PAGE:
A legacy is a gift of personal property in a will (to a legatee).
A legacy may be: (1) specific (a gift of a specified thing e.g. "my gold wedding ring"); (2) demonstrative (a gift, in its nature general, directed to be satisfied or paid out of a specified fund or specified part of the testator`s property e.g "£1000 out of my deposit account with Barclays"); (3) general (a bequest which does not identify specifically the thing bequethed e.g. "a horse to X and a gold watch to Y"; (4) pecuniary (a sum of money); (5) residuary (i.e. the residue of a personal estate); (6) contingent (e.g. "to X on her entering university").
A licence is an agreement that allows the licensee to do an act which would otherwise be the exclusive right of the licensor.
Licensing-out is commonly engaged in by companies without the resources fully to commercialise their Intellectual Property Rights (IPR). Larger companies may conversely licence-in, assisting others in developing their products. A licence may be exclusive (only the licensee can exploit the IPR) sole (where both the licensor and the licensee can use the IPR) or non-exclusive (where the licensor can appoint other licensees). The licence major may not include the right to the licence to grant sub-licences to others within the territory.
A limited company is one structured such that the owners have limited liability.
All companies have limited liability except for those incorporated as unlimited companies. The latter are rarely encountered and tend only to be used to serve specific tax or accounting arrangements.
Limited liability means that a person's liability is limited to the amount invested.
Shareholders in a limited company are only liable to third parties to the limit of their shareholding. Other participants e.g. directors would not normally have any personal liability except with respect to creditors where there has been wrongful or fraudulent trading or when personal guarantees or other such undertakings have been given by directors or others.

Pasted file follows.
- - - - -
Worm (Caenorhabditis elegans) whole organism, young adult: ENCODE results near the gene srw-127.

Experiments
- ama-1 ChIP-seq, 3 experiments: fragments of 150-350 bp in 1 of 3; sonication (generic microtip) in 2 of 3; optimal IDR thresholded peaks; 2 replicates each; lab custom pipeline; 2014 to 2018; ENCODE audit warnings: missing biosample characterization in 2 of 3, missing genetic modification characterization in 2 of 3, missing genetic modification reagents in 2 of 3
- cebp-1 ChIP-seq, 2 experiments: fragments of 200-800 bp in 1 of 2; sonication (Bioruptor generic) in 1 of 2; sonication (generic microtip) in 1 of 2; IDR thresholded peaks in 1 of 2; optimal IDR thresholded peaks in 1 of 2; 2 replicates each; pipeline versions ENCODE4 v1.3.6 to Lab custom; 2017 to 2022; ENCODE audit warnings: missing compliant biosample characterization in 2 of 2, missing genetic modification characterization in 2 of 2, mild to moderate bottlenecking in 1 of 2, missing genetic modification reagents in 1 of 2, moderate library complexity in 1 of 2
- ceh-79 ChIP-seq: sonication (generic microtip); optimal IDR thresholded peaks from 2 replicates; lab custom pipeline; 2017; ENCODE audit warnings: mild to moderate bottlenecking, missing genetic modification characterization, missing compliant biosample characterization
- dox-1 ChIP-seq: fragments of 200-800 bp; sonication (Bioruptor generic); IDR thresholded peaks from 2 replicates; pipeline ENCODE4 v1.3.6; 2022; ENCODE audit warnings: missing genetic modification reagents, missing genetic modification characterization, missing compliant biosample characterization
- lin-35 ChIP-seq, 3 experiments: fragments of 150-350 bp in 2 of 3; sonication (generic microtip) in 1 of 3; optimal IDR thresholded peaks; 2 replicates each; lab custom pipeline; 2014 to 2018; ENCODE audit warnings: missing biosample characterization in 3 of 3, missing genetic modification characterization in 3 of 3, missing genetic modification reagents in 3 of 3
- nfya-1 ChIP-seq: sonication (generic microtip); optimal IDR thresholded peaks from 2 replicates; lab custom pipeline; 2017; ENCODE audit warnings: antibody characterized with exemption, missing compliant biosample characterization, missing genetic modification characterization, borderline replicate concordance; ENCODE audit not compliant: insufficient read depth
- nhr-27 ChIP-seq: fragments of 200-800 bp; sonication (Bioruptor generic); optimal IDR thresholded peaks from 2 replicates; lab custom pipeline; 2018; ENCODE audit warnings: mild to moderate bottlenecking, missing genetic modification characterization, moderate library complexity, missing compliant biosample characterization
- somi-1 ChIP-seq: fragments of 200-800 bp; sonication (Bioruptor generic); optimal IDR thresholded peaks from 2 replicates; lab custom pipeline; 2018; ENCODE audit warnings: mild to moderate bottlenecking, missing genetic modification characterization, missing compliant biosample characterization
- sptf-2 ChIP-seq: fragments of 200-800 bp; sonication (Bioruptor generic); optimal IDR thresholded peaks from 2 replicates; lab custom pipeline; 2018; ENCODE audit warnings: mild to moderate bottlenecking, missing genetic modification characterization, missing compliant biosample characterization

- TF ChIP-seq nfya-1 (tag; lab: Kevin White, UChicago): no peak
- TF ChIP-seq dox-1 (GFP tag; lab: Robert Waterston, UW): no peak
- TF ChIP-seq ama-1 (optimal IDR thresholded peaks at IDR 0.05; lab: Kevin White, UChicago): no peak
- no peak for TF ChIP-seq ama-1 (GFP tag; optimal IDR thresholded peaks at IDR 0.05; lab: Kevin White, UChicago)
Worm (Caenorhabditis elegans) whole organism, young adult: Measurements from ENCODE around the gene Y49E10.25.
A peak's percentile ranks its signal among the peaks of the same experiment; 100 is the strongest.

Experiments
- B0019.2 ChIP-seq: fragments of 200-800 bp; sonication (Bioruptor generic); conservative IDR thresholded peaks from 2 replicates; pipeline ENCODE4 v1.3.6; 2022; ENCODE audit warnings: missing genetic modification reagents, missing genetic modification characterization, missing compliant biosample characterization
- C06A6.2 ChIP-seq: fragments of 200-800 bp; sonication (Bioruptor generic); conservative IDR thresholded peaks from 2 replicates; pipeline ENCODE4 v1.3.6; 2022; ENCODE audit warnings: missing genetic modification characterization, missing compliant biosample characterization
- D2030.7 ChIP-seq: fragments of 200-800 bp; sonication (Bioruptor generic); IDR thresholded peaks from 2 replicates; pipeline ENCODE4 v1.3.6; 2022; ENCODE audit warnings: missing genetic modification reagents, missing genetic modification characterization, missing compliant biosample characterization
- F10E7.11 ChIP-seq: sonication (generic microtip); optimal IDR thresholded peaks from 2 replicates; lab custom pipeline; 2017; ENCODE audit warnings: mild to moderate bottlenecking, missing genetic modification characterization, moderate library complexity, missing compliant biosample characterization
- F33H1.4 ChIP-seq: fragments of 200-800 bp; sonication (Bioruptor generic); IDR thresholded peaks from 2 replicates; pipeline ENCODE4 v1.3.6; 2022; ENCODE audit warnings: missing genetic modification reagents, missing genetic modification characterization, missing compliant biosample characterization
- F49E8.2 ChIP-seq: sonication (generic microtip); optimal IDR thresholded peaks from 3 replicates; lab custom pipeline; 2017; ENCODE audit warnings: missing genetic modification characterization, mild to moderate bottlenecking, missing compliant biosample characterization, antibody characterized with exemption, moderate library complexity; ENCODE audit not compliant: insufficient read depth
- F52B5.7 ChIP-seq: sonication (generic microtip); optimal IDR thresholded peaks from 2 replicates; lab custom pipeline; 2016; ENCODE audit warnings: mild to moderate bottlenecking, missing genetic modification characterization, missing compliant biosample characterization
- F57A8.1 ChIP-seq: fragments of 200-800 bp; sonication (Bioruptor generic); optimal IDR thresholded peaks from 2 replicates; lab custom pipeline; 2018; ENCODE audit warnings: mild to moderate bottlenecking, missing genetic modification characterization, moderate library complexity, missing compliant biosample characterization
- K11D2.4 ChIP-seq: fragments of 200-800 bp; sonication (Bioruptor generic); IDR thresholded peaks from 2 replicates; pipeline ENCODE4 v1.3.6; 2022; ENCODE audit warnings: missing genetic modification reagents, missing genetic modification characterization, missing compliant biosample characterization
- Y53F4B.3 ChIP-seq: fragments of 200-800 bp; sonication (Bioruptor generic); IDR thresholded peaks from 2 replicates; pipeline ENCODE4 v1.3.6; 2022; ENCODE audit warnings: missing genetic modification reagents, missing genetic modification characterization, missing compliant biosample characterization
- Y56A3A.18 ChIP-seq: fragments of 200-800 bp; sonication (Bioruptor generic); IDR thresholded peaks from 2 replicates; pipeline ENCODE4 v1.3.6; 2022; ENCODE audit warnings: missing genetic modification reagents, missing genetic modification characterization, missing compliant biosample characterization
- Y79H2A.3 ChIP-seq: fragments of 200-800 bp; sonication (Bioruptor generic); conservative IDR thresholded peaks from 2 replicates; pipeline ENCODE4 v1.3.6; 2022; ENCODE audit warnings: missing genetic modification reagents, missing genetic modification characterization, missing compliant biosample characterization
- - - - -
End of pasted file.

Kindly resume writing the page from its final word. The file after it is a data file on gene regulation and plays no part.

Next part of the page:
Liquidation is the process by which a company dies.
Under Part IV of the Insolvency Act 1986, there are three separate procedures - a member's voluntary winding up where a company is solvent, a creditors' voluntary winding up for insolvent companies and a compulsory winding up by the court. Once the process starts the company is administered by a liquidator who disposes of all assets, and distributes the proceeds to creditors and any remainder to shareholders. When the liquidation process is complete, the company is struck off the Companies Register and ceases to exist.
Under the Insolvency Act 1986, the liquidator is the person, other than the Official Receiver, responsible for dealing with the winding up of a company.
A living will, also known as an "advance directive" is a document which usually takes the form of a written statement setting out in advance what types of medical treatment the maker of the will does or does not desire to receive in specific circumstances should he be incapable of giving or refusing consent.
A living will must be signed whilst the maker is mentally competent.
The Latin term "Locus in quo" means, in a UK legal context: "scene of the event".